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The ecosystem approach, broadly understood as a legal and governance ‘strategy for the integrated management of land, water and living resources’ is being increasingly adopted within a wide variety of international environmental legal regimes. From freshwater to oceans, from biodiversity to fisheries, from Antarctica to climate adaptation, the approach provides a narrative, a policy approach and in some cases legally binding obligations for States to implement what has been called a ‘new paradigm’ of environmental management. Responding to hopes of arresting, and reversing, the increasingly negative trends of resource depletion and ecological degradation affecting most ecosystems in the world, the ecosystem approach promises to ‘protect the environment, maintain healthy ecosystems, preserve biological diversity, and achieve sustainable development’, all at once. This article problematises the ecosystem approach in order to highlight its complex genealogies, and its contested and slippery character, which makes it susceptible to discursive capture by competing narratives.

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About this eJournal

Sponsored by: Institute for Energy and the Environment at the Vermont Law School. This eJournal distributes working and accepted paper abstracts dealing with the regulation, management, and distribution of natural resources. The eJournal will discuss a diverse array of natural resource topics such as public and private land use, wildlife and biodiversity, forest protection, mineral rights, parks and wilderness, the public trust doctrine, water and wetlands, and tribal lands and resources.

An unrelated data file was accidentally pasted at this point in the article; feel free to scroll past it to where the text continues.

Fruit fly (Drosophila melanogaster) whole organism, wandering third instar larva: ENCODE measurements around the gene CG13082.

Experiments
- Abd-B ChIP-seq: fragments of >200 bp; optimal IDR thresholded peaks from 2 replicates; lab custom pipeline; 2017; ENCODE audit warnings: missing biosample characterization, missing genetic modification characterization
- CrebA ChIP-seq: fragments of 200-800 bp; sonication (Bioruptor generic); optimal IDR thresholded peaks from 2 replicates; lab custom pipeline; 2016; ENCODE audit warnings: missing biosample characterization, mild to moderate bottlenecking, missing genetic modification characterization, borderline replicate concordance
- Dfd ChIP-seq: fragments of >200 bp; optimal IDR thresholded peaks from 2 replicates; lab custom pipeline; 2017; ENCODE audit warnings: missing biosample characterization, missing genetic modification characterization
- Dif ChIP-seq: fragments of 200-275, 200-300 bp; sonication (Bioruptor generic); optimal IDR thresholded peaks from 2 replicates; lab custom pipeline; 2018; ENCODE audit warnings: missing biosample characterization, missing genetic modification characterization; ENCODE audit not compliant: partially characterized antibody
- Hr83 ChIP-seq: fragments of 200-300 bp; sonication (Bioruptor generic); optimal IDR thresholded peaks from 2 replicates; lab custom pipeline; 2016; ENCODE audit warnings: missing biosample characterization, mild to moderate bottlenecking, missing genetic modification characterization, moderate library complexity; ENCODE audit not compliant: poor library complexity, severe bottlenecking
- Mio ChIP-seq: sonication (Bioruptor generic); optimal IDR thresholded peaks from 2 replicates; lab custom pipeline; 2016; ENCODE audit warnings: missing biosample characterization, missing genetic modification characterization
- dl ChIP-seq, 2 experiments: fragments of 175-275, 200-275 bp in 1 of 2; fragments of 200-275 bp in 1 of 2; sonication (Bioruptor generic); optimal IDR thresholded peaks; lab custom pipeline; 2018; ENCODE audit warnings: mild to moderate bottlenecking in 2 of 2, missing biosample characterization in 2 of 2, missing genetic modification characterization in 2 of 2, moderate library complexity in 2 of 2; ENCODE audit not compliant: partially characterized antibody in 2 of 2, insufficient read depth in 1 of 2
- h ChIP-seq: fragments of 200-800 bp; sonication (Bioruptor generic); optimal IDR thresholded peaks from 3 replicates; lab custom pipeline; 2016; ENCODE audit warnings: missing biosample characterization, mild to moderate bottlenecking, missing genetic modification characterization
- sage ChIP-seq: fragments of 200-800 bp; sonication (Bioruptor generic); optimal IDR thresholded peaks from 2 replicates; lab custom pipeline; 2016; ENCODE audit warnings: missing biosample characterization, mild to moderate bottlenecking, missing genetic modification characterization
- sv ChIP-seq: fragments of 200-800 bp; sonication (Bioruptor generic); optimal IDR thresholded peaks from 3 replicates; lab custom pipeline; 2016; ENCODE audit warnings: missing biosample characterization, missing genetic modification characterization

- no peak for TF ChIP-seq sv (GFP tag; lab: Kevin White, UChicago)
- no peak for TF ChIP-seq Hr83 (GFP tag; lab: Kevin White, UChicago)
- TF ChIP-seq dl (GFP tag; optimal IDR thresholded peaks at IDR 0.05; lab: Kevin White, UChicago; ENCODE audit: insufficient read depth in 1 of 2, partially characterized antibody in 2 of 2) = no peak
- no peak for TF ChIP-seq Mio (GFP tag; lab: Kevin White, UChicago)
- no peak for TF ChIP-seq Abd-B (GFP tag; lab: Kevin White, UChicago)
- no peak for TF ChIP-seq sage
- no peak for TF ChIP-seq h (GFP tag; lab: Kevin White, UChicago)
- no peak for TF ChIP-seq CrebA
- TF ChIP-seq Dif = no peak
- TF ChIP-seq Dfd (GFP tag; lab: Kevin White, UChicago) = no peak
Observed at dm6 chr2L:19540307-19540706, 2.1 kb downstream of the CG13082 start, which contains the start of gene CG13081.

Submissions

To submit your research to SSRN, sign in to the SSRN User HeadQuarters, click the My Papers link on left menu and then the Start New Submission button at top of page.

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If your organization is interested in increasing readership for its research by starting a Research Paper Series, or sponsoring a Subject Matter eJournal, please email: RPS@SSRN.com

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Legal Scholarship Network (LSN), a division of Social Science Electronic Publishing (SSEP) and Social Science Research Network (SSRN)

Directors

ENVIRONMENTAL & NATURAL RESOURCES LAW EJOURNALS

BERNARD S. BLACK
Northwestern University - School of Law, Northwestern University - Kellogg School of Management, European Corporate Governance Institute (ECGI)
Email: bblack@northwestern.edu

RONALD J. GILSON
Stanford Law School, Columbia Law School, European Corporate Governance Institute (ECGI)
Email: rgilson@leland.stanford.edu

Please contact us at the above addresses with your comments, questions or suggestions for LSN-Sub.

Advisory Board

Natural Resources Law & Policy eJournal

LEE P. BRECKENRIDGE
Professor of Law, Northeastern University School of Law

HOLLY DOREMUS
Professor of Law, University of California, Berkeley - School of Law

TIMOTHY P. DUANE
Professor, University of California, Santa Cruz

JONATHAN NASH
Professor of Law, Emory University School of Law

DAVE OWEN
Associate Professor of Law, University of Maine - School of Law

ROBERT V. PERCIVAL
Robert F. Stanton Professor of Law and Director of the Environmental Law Program, University of Maryland - Francis King Carey School of Law

MELISSA POWERS
Assistant Professor of Law, Lewis & Clark Law School

J. B. RUHL
David Daniels Allen Distinguished Chair in Law, Vanderbilt University - Law School

MARK STEPHEN SQUILLACE
Professor of Law and Director of the Natural Resources Law Center, University of Colorado Law School

STEPHANIE TAI
Associate Professor of Law, University of Wisconsin Law School

JAY WEXLER
Professor of Law, Boston University School of Law